“However, I checked the road conditions and found that this portion of Winan Road has sight distance problems and vehicles traveling at fairly high speeds. Therefore, I am recommending that approval of the project should have a condition to improve the sight distance problems along Winan Road between Hwy. 92 and NW 132 and Street to safely accommodate additional traffic from the development,” Zaidi wrote in an email to Baldwin, the county engineer, on Thursday, March 6.
Baldwin then asked Zaidi to be more specific about which sight problems he was referencing and to what standards the problems would need to be improved.
Zaidi’s answer to that, sent in an email on Monday of this week, was non-specific.
“The sight distance problems are from driving the roadway only and not from any engineering. We do not have to be specific about sight distance or other problems at the planning level and conditions for approval require the developer to perform engineering and improve the roadway deficiencies,” Zaidi wrote.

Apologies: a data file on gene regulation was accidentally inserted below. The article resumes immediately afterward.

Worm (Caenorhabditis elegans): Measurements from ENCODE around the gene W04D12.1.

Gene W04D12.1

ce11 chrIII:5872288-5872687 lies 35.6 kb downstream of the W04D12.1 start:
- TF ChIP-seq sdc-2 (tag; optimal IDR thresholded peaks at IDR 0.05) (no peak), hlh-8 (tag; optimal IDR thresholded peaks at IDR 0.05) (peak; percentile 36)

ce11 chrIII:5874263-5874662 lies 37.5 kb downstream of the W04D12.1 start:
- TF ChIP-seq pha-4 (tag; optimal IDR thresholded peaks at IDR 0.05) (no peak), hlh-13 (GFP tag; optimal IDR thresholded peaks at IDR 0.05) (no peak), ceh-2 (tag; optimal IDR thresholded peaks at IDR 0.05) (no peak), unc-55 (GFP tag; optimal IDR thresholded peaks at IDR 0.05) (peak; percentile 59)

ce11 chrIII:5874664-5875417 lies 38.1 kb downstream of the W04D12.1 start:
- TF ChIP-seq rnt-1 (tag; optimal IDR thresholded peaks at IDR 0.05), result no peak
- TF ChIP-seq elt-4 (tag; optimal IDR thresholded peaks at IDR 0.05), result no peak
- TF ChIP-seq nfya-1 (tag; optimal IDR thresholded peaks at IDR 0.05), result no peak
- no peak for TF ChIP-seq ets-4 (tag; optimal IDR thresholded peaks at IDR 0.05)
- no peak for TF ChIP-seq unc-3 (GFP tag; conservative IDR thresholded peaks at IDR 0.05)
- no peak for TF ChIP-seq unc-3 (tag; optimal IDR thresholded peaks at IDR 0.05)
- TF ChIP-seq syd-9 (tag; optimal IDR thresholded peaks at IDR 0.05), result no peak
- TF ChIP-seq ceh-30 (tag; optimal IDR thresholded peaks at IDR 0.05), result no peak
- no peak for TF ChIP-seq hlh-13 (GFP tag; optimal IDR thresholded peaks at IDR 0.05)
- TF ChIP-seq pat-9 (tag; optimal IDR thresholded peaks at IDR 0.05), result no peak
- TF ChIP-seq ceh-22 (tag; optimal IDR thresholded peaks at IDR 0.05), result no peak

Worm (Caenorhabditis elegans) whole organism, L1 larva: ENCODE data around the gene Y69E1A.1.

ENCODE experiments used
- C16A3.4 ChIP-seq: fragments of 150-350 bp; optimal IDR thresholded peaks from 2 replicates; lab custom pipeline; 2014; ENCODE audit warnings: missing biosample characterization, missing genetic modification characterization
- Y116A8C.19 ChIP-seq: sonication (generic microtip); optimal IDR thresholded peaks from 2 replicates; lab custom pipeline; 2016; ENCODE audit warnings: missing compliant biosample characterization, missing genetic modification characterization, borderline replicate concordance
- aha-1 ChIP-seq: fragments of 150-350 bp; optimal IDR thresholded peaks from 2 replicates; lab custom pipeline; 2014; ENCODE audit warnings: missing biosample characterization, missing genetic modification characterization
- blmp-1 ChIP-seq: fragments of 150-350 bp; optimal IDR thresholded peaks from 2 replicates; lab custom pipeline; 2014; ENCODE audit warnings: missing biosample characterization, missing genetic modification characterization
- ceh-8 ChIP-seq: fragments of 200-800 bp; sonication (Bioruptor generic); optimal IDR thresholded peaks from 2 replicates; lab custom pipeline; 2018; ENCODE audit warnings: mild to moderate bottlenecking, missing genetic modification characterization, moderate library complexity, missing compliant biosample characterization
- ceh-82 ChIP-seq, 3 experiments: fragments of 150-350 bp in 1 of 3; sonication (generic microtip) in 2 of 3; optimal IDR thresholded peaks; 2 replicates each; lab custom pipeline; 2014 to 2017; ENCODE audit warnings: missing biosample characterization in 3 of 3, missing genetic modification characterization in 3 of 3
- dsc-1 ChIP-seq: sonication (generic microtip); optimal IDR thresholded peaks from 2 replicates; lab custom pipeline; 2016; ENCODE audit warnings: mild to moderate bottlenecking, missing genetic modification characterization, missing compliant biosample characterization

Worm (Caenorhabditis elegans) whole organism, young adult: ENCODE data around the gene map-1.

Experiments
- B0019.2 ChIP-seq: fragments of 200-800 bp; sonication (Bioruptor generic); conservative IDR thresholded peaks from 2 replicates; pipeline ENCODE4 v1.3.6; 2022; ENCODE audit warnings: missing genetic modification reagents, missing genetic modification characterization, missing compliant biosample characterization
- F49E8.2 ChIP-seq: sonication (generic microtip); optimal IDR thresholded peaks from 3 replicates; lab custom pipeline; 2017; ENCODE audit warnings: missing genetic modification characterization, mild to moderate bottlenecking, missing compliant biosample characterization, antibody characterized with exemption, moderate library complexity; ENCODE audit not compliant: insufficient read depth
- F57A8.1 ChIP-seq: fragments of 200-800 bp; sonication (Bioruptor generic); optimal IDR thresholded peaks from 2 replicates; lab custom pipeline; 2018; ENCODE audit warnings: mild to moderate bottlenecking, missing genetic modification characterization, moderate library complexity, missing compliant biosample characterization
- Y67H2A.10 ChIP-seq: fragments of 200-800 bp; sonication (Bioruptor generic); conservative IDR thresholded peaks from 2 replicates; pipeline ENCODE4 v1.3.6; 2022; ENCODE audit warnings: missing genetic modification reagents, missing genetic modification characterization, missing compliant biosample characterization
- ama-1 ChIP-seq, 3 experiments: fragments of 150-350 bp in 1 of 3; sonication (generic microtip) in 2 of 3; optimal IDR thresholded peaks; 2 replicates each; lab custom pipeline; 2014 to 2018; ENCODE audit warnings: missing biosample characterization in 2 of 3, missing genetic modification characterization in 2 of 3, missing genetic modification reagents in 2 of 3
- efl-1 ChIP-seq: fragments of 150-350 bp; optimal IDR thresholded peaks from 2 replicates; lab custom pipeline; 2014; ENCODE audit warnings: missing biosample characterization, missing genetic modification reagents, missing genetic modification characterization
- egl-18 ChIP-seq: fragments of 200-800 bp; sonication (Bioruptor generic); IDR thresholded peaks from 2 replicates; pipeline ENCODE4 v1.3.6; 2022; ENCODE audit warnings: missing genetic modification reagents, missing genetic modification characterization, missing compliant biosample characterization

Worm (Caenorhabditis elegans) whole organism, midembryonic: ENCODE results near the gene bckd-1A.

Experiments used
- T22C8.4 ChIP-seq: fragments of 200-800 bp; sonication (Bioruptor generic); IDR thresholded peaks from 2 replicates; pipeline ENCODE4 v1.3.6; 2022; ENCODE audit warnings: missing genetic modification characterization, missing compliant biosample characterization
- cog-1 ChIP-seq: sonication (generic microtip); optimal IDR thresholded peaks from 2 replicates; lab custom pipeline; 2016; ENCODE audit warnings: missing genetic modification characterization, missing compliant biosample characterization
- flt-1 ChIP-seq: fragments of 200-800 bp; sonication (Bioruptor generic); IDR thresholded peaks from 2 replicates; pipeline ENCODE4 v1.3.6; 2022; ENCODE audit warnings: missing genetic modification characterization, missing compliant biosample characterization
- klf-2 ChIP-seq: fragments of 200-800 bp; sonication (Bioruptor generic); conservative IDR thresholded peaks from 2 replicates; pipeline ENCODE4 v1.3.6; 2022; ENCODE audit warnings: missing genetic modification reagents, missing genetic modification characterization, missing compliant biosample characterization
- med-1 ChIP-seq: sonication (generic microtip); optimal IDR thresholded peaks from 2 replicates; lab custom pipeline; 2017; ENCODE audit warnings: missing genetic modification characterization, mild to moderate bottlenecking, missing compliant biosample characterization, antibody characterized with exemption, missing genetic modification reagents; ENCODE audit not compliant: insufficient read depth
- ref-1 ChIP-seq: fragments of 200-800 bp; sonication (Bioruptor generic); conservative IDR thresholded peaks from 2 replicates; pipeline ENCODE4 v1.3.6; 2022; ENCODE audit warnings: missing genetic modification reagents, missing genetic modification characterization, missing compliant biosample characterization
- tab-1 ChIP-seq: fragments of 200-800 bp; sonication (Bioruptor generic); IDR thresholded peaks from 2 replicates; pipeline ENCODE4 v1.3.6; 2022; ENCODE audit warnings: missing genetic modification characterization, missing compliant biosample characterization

About 60 people--including Baldwin and Platte County Planning and Zoning Director Daniel Erickson, along with county commissioner Jim Plunkett-- attended the neighborhood meeting Thursday night. Another neighborhood meeting is scheduled for Thursday, March 20, 7 p.m. at the Hoover Christian Church.
The group of opponents has begun distributing flyers and yard signs. Their web site is www.noto500homes.com
A petition drive is underway to show their opposition to the proposal, which is scheduled to be heard on April 15 by the Platte County Planning and Zoning Commission.
Upon questioning, Erickson explained the ground in question, much of it currently owned by Hal and Peggy Swaney, was changed to its current Residential Multiple Dwelling (RMD) zoning classification in 1970. At that time, an applicant sought that classification to build apartments, townhomes and a golf course at the site. The zoning was changed but that proposed use for the property never took place. The ground has been used for agricultural purposes.
It was remarked at the meeting that it may be unprecedented in Platte County to have a high density development proposed so far from community resources such as a grocery store, post office, and other amenities. This was noted by the county as early as last summer in a letter from Erickson to the developers when Erickson suggested that the developers consider setting aside some space within the project for commercial use. That suggestion was not worked into the plan by the developers.